Detail of the tomb recess on the north wall of the north aisle February 2011
"When the worthies repaired the church, they or their predecessors appear to have destroyed a portion of the fine moulding of a canopy over a monument, no vestiges of which are to be seen. The pavement is of bad bricks; a corner like a closet is fitted up as a vestry. It contained a litany desk and faldstool; why banished we cannot understand. Scaffold poles find a retreat in this corner. The font has been painted, and the ornaments have suffered in the praiseworthy attempt to relieve it of this wretched application. The lead remains, but whether there is a drain could not be ascertained, as a circular bit of wood has been inserted to sustain the trumpery basin used instead of the font itself. It has a wooden cover, but no lock. The porch windows are blocked up, but it is in bad condition. The churchyard is in excellent order and not locked; there were no cattle. We were glad to see the yew tree, and evidently cared for. Though we have lost the truth of that hymn, who use it only one day in the week, ‘Day by day we magnify Thee’, yet we were happy to hear the observance of the Saints’ Days was in practice here, a bright example to more than one parish we could mention, where there can be no excuse for their non-observance, but where we fear, too, it is too much the custom to elevate preaching above prayer. The roof of the chancel is tiled. There is no daily school”.
South aisle west window February 2011
In 1864 and 1865 the church was restored by William Butterfield, who had, ten years previously, designed the new Milton Ernest Hall for Benjamin Starey who had married his sister Anne in 1838. This restoration was careful. He added an organ chamber on the north side of the chancel and refurnished and redecorated the church, including stained glass windows by Alexander Gibbs. Butterfield even designed the leather bindings for the altar service books. The lectern, pulpit and pews all survive from this restoration.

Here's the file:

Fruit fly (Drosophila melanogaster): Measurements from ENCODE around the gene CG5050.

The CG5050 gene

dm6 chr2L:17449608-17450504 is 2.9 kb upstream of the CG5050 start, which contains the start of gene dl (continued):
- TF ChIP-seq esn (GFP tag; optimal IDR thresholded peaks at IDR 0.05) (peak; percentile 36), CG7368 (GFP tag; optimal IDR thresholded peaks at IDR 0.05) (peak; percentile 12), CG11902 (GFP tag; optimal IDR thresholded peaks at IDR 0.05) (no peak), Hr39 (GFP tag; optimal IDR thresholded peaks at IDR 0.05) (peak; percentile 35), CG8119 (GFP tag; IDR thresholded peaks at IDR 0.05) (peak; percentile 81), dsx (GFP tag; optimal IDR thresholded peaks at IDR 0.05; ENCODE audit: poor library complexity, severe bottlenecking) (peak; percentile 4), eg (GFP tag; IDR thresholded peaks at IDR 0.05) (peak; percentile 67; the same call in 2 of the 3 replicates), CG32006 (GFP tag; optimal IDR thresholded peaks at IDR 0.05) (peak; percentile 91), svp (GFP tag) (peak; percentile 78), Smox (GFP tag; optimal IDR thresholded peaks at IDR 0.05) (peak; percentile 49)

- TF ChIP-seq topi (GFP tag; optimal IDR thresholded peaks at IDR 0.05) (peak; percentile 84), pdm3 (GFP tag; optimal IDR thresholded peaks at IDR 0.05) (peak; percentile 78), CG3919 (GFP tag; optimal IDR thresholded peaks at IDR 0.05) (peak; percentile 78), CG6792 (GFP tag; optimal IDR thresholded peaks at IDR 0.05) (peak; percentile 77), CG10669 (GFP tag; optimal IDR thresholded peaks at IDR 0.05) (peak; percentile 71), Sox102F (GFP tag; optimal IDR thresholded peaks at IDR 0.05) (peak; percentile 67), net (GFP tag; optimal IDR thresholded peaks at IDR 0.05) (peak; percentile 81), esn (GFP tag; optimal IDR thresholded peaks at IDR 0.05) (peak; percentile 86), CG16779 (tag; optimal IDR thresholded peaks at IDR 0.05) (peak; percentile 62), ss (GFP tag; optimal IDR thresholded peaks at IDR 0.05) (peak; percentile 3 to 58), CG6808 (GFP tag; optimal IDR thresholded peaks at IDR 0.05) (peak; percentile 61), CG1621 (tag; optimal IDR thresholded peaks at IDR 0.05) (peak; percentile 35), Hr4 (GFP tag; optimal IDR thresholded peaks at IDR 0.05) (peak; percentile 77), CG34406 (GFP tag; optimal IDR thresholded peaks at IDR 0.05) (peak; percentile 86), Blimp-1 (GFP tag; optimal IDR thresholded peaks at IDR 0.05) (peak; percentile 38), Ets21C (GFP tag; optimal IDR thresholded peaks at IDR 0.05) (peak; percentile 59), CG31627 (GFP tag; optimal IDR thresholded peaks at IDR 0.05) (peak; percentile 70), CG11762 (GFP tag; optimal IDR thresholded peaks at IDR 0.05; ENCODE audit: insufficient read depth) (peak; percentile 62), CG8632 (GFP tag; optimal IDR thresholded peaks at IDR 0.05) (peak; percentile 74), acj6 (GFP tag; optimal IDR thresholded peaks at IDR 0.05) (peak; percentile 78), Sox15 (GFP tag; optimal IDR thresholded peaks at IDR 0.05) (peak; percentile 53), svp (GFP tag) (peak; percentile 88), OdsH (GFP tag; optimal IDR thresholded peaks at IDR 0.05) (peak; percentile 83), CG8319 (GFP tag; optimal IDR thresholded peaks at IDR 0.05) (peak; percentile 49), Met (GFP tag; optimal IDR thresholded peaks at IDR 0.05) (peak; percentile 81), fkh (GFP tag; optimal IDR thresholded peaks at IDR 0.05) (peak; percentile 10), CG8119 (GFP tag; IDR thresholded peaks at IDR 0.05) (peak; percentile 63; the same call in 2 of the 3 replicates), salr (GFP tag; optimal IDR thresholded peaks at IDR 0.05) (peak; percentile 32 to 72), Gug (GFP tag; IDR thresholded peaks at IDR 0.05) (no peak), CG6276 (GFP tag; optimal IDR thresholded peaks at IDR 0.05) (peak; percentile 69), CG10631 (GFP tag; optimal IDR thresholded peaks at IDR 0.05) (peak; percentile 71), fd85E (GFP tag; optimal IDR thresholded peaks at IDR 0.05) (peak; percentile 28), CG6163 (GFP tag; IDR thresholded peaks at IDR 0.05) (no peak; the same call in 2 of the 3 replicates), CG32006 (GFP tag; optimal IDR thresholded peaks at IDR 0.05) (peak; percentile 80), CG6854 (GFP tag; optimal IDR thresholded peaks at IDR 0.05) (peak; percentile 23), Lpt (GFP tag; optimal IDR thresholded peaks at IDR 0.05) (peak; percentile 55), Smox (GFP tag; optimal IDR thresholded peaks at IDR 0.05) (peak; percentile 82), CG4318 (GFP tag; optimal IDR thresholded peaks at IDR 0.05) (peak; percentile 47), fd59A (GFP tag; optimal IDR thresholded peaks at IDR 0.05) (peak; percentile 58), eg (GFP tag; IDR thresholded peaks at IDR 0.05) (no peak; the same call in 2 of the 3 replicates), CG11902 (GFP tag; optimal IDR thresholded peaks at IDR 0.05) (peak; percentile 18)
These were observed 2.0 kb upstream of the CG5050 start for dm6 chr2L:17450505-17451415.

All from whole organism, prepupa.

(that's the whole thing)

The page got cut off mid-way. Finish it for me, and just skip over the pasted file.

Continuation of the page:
Detail of the pews February 2011
In 1882 a new clock was installed in the tower by Cope of Nottingham and in 1884 a new organ was installed. The floors were relaid in 1891 at a cost of £56 [P80/5/3]. In 1893 Butterfield oversaw more major work. The tower was restored and the bells were rehung [P80/8/1].
The reredos February 2011
In 1910 a reredos was supplied by J. Wippell & Company [P80/2/2/1]. It was given by the new occupant of Milton Ernest Hall, Lady Ampthill. In the 1930s Ampthill architect Albert Richardson oversaw thorough roof repairs [P80/2/2/2-3]. Also at this time electric light was installed in the church as a benefaction by Arthur Starey [P80/2/2/8-9]. Repairs to the lead on the north aisle roof, costing £51, took place in the mid 1930s [P80/2/2/12].
The organ February 2012
In 1948 the organ received an electric blower in memory of Edward Solesbury, who had been organist for twenty seven years. This was facilitated by building a small external stone chamber against the north wall of the organ chamber [P80/2/2/5-6]. In 1969 an organ gallery at the west end was constructed, along with a ringing platform in the tower [P80/2/2/7].
The south aisle looking west February 2011
John Martin’s beloved chandelier, or sconch was repaired in 1956 [P80/2/2/22]. It had fallen from its chain and been damaged. Bedford architect John Gedge oversaw a restoration of the roof of the south aisle from 1959 [P80/2/2/16-18], the money needed to fund this having been “The Week’s Good Cause” on BBC Radio in November 1958 [P80/2/2/15] – the eventual contributions reached £2,013.
The south aisle looking east February 2011
In 1967 an altar and altar rail were introduced at the east end of the south aisle to form a Lady Chapel [P80/2/2/25]. Two years later a new vestry was planned [P80/2/2/26]. That same year oil-fired central heating was envisaged [P80/2/2/27-28].
The church from the north-west February 2011
In 1981 the clock received an electrified winding mechanism [P80/2/2/29] and the following year masonry and window repairs were carried out under the supervision of John Glanfield [P80/2/2/30]. More work in the 1980s included repairs to the bells [P80/2/2/32], re-glazing the windows in the south aisle including memorial inscriptions for Frederick John Ames, churchwarden and Albert William Payne, honorary verger [P80/2/2/33] and a sound baffle floor in the tower immediately below the belfry [P80/2/2/34].
View from the vestry to the south side of the chancel arch February 2011